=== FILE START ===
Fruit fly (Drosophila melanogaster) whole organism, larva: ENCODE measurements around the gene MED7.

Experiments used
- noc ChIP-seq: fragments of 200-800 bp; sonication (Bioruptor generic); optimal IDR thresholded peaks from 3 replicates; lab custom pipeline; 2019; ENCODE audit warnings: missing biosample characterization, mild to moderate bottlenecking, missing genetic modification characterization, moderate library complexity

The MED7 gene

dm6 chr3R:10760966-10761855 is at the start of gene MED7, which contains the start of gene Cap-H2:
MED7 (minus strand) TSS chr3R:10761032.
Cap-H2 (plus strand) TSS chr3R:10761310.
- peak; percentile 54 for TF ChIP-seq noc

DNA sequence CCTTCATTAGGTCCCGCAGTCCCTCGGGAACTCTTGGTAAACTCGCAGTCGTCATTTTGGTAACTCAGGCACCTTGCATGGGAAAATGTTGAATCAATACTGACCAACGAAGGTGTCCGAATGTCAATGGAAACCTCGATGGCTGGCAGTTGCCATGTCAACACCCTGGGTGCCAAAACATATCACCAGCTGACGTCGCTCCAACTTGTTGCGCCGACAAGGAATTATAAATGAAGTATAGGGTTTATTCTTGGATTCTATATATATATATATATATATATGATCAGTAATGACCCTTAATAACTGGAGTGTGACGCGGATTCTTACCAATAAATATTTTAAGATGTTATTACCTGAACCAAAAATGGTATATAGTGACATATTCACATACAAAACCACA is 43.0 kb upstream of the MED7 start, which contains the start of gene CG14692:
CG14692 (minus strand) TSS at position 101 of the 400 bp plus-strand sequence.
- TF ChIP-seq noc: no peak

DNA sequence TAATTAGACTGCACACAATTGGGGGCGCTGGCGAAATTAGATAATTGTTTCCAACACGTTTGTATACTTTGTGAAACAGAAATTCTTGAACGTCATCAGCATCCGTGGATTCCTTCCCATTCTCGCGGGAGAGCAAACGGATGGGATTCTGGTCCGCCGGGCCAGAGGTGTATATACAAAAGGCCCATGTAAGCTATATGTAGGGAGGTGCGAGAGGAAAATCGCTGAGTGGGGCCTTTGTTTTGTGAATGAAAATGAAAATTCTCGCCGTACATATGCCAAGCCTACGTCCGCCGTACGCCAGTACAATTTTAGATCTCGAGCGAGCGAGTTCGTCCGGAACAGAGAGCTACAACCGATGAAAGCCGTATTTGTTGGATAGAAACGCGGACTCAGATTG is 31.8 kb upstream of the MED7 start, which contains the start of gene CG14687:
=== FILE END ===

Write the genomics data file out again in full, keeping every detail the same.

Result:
Fruit fly (Drosophila melanogaster) whole organism, larva: ENCODE measurements around the gene MED7.

Experiments used
- noc ChIP-seq: fragments of 200-800 bp; sonication (Bioruptor generic); optimal IDR thresholded peaks from 3 replicates; lab custom pipeline; 2019; ENCODE audit warnings: missing biosample characterization, mild to moderate bottlenecking, missing genetic modification characterization, moderate library complexity

The MED7 gene

dm6 chr3R:10760966-10761855 is at the start of gene MED7, which contains the start of gene Cap-H2:
MED7 (minus strand) TSS chr3R:10761032.
Cap-H2 (plus strand) TSS chr3R:10761310.
- peak; percentile 54 for TF ChIP-seq noc

DNA sequence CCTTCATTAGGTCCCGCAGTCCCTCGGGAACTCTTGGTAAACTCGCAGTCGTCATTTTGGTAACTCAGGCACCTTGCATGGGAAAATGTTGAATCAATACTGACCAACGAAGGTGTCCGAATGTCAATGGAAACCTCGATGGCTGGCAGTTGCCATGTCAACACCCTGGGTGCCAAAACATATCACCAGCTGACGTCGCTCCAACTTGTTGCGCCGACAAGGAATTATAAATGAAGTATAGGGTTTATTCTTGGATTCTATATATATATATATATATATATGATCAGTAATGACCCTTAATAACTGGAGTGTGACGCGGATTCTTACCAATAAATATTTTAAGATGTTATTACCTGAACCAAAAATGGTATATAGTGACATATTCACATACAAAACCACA is 43.0 kb upstream of the MED7 start, which contains the start of gene CG14692:
CG14692 (minus strand) TSS at position 101 of the 400 bp plus-strand sequence.
- TF ChIP-seq noc: no peak

DNA sequence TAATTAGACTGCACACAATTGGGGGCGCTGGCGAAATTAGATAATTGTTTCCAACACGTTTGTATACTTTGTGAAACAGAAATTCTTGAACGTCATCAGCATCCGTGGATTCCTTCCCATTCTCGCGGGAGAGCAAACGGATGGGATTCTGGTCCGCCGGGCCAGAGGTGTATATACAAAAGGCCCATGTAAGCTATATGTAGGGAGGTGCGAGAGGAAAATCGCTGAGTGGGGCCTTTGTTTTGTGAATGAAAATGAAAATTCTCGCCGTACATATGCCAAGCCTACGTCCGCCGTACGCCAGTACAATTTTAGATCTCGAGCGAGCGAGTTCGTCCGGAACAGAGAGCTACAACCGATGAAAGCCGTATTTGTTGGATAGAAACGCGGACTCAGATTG is 31.8 kb upstream of the MED7 start, which contains the start of gene CG14687: